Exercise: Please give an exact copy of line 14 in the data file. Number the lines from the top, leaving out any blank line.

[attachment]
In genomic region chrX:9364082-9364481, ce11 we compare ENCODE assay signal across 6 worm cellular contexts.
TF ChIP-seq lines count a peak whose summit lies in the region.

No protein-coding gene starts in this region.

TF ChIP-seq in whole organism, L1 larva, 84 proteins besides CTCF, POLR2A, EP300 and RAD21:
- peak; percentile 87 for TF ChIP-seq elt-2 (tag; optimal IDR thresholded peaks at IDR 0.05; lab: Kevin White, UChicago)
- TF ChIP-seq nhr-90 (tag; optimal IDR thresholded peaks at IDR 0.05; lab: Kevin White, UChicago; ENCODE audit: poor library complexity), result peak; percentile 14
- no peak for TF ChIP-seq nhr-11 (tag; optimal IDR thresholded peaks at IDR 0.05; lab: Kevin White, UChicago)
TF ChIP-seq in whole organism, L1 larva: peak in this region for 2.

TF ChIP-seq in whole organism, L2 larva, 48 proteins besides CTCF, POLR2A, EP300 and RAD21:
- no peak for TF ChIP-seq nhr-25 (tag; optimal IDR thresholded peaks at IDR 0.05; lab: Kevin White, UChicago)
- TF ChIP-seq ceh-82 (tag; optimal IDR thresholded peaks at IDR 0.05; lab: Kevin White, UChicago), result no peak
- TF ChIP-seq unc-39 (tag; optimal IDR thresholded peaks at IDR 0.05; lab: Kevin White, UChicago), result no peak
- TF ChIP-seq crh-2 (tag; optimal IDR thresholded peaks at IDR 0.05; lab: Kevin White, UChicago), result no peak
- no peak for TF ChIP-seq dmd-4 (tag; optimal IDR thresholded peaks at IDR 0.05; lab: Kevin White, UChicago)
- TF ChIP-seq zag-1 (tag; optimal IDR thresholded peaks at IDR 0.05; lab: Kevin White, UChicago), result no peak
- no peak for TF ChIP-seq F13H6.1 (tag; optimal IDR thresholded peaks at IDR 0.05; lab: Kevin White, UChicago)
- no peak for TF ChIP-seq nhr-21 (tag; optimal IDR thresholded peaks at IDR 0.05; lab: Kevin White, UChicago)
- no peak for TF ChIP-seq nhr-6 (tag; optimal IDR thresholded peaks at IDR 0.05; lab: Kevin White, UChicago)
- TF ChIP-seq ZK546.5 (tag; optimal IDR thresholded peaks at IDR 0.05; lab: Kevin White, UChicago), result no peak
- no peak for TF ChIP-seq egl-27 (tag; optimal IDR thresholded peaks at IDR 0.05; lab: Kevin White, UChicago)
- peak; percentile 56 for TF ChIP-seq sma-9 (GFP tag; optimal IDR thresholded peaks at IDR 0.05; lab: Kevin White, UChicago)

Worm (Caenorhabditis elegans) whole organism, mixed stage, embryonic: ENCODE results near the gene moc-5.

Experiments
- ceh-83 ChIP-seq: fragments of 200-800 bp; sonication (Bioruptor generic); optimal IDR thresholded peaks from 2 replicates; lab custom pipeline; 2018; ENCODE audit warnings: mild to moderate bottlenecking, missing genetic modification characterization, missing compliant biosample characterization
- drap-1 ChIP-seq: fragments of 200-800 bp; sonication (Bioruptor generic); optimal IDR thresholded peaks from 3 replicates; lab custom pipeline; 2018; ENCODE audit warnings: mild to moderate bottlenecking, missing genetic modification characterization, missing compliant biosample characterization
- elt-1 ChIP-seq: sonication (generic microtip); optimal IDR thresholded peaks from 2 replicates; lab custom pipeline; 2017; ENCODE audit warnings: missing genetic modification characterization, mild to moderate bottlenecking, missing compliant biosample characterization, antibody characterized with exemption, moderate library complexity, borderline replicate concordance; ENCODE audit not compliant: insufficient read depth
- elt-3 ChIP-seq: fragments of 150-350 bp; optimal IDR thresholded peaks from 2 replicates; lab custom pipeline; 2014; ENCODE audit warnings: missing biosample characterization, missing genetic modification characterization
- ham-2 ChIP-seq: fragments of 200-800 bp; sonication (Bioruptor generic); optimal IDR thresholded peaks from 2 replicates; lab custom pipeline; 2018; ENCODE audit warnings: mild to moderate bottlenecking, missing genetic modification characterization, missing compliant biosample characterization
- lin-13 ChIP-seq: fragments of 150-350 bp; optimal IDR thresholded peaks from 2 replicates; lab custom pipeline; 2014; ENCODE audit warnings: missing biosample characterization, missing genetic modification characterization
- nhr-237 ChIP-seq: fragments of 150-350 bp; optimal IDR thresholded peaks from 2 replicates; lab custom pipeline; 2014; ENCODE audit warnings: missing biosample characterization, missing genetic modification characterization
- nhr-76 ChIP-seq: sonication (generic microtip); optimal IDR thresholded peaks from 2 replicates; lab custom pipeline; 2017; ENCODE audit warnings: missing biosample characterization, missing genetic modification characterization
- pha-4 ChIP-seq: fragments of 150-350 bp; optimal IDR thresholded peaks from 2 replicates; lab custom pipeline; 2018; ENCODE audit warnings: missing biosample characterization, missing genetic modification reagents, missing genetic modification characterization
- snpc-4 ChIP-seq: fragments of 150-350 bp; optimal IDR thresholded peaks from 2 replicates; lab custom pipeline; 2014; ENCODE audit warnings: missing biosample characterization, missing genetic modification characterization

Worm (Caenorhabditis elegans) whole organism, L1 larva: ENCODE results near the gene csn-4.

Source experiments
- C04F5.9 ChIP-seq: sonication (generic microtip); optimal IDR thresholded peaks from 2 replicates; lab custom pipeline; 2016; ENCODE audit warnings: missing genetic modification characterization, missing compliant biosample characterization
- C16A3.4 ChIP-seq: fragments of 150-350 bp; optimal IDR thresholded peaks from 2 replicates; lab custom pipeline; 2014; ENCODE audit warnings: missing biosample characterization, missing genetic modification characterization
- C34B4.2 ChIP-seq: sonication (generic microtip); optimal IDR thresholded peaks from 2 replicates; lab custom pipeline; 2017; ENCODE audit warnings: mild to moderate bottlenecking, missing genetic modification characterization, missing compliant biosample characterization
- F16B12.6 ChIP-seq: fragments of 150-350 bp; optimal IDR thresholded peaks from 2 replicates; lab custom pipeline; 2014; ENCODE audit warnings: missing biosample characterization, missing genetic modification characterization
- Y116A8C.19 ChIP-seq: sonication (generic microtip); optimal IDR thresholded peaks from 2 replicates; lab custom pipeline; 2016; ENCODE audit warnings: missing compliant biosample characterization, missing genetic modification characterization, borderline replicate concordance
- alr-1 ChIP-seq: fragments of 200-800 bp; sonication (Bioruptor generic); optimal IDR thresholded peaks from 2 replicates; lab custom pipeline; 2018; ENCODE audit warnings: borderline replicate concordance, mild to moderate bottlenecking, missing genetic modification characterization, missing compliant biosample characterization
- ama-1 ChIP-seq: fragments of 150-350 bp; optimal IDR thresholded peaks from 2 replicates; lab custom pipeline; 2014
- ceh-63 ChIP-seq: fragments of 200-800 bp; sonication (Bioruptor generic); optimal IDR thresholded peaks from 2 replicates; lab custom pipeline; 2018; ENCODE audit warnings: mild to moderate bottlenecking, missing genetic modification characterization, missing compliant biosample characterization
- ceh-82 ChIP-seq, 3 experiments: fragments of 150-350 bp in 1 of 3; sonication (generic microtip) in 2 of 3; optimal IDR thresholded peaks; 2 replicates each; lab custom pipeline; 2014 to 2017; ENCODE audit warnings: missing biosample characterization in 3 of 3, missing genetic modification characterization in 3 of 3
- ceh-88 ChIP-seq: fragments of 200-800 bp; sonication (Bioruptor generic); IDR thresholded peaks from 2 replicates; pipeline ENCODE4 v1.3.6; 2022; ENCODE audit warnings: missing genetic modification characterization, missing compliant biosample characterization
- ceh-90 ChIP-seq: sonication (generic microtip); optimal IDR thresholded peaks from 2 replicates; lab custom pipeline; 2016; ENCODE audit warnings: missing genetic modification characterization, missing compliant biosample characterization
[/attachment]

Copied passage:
- no peak for TF ChIP-seq dmd-4 (tag; optimal IDR thresholded peaks at IDR 0.05; lab: Kevin White, UChicago)